A villainous etymology

villain: a character in a story, movie, etc., who does bad things
Merriam-Webster

I’ve been on a major Shakespeare kick lately. One thing I noticed in my devouring of his plays is how many times the bard used the word villain. I mean, it’s a lot. If you turned it into a drinking game, taking a sip every time he used it (which you shouldn’t do because that’s dangerous), you’d in a sad state by act II.

This got me thinking about the etymology of villain. By its spelling, I assumed it came from French (it does), but I didn’t expect it would have much of a story after that. I was wrong. The Online Etymology Dictionary gave me the details.

Villain comes from the Old French word vilain, which does not mean “a bad guy in a cape lurking in the shadows.” It originally meant, in the twelfth century, a “peasant, farmer, commoner, churl, yokel.” In other words, a villain was just a regular guy who was unfamiliar with the trappings of high society.

Before Old French, villain had roots in the Medieval Latin villanus, meaning “farmhand.” Before that was the Latin villa, meaning “country house, farm.”

So, is it really so bad to be a villain? Shakespeare still thought so:

O villain, villain, smiling, damned villain!
My tables—meet it is I set it down,
That one may smile, and smile, and be a villain.
Hamlet: Act 1, Scene 5

 

 

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Fairy tale vs. fairy-tale

 

fairy tale (noun): a story (as for children) involving fantastic forces and beings (as fairies, wizards, and goblins)

fairy-tale (adjective): characteristic of or suitable to a fairy tale, marked by seemingly unreal beauty, perfection, luck, or happiness

—Merriam-Webster

It’s finally feeling like summer. The wind is carrying lovely, flowery scents (unless you live in a city—then it’s most likely pee smell). Either way, this is the season to daydream and think of fairy tales. Now let’s make sure you are using the term correctly.

When used as a noun, fairy tale is two words without a hyphen.

Example: Mom told me a fairy tale about a princess who turned into a fairy.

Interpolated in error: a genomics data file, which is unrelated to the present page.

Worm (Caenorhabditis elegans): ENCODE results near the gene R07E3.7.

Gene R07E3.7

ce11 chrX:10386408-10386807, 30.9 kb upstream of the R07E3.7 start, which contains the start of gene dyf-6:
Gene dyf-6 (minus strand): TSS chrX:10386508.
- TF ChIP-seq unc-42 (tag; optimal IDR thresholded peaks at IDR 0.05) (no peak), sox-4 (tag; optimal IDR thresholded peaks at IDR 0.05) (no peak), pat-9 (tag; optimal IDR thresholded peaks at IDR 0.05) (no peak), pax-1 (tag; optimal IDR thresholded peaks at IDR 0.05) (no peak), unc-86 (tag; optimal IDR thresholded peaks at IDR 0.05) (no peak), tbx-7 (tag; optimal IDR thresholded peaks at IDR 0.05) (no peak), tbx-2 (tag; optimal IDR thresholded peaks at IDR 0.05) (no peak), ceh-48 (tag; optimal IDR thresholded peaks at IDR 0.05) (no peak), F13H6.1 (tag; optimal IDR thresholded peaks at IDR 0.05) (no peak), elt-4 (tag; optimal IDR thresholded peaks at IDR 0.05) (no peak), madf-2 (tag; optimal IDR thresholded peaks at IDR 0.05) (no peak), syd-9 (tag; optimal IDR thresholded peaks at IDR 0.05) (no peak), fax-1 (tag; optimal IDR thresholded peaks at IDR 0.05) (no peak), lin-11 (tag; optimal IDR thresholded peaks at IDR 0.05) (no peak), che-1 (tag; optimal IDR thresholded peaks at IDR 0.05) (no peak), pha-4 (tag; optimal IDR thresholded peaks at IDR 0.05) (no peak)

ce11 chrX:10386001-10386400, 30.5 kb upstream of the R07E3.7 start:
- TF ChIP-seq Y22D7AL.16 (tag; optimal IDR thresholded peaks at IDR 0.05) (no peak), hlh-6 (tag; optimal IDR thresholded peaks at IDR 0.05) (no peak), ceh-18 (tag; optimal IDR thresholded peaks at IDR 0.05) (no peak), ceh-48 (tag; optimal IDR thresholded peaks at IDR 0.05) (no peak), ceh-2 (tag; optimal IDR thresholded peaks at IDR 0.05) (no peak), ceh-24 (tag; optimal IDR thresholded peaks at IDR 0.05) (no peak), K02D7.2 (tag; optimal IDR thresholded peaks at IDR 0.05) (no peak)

However, when it is used as an adjective to describe a noun, it has a hyphen and looks like this: fairy-tale.

Example: Her fairy-tale wedding must have cost a fortune.

(Here, fairy-tale describes the noun wedding.)

Quiz
Check your understanding with this quiz. Fill in either fairy tale or fairy-tale in the blanks. The answers are below.

1) Every day as he sat in his cubicle, Ralph dreamed of a new life, a _______ life.

2) The _______ involved goblins and mean elves, so Susie thought it was scary.

3) Al had a new car, a new wife, a mansion, and a raise. Could this mean his _______ was coming true?

4. The cake had chocolate chips, frosting, strawberries, and fudge. It was basically a _______ dessert.

 

 

Answers:
1) fairy-tale (adjective describing life); 2) fairy tale (noun); 3) fairy tale (noun); 4) fairy-tale (adjective describing dessert)

 

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Death and Taxes

 

Today is tax day. And like many cash-strapped red, white, and blue-blooded ’Mericans, I filed for an extension. For a lot of us across the globe (exempting those rich @#$!s with offshore tax shelters), there’s much truth to the famous saying: Nothing is certain except death and taxes.

That phrase is most commonly attributed to Benjamin Franklin, who wrote to French scientist Jean-Baptiste Leroy in 1789: “Our new Constitution is now established. Everything seems to promise it will be durable; but, in this world, nothing is certain except death and taxes.” (Franklin wrote this in French, and English translations vary.)

However, Franklin wasn’t the first to bemoan this reality. In 1716, Christopher Bullock wrote in his play, Cobbler of Preston, “Tis impossible to be sure of anything but death and taxes!”

In 1724, playwright Edward Ward wrote in The Dancing Devils, “Death and taxes, they are certain.”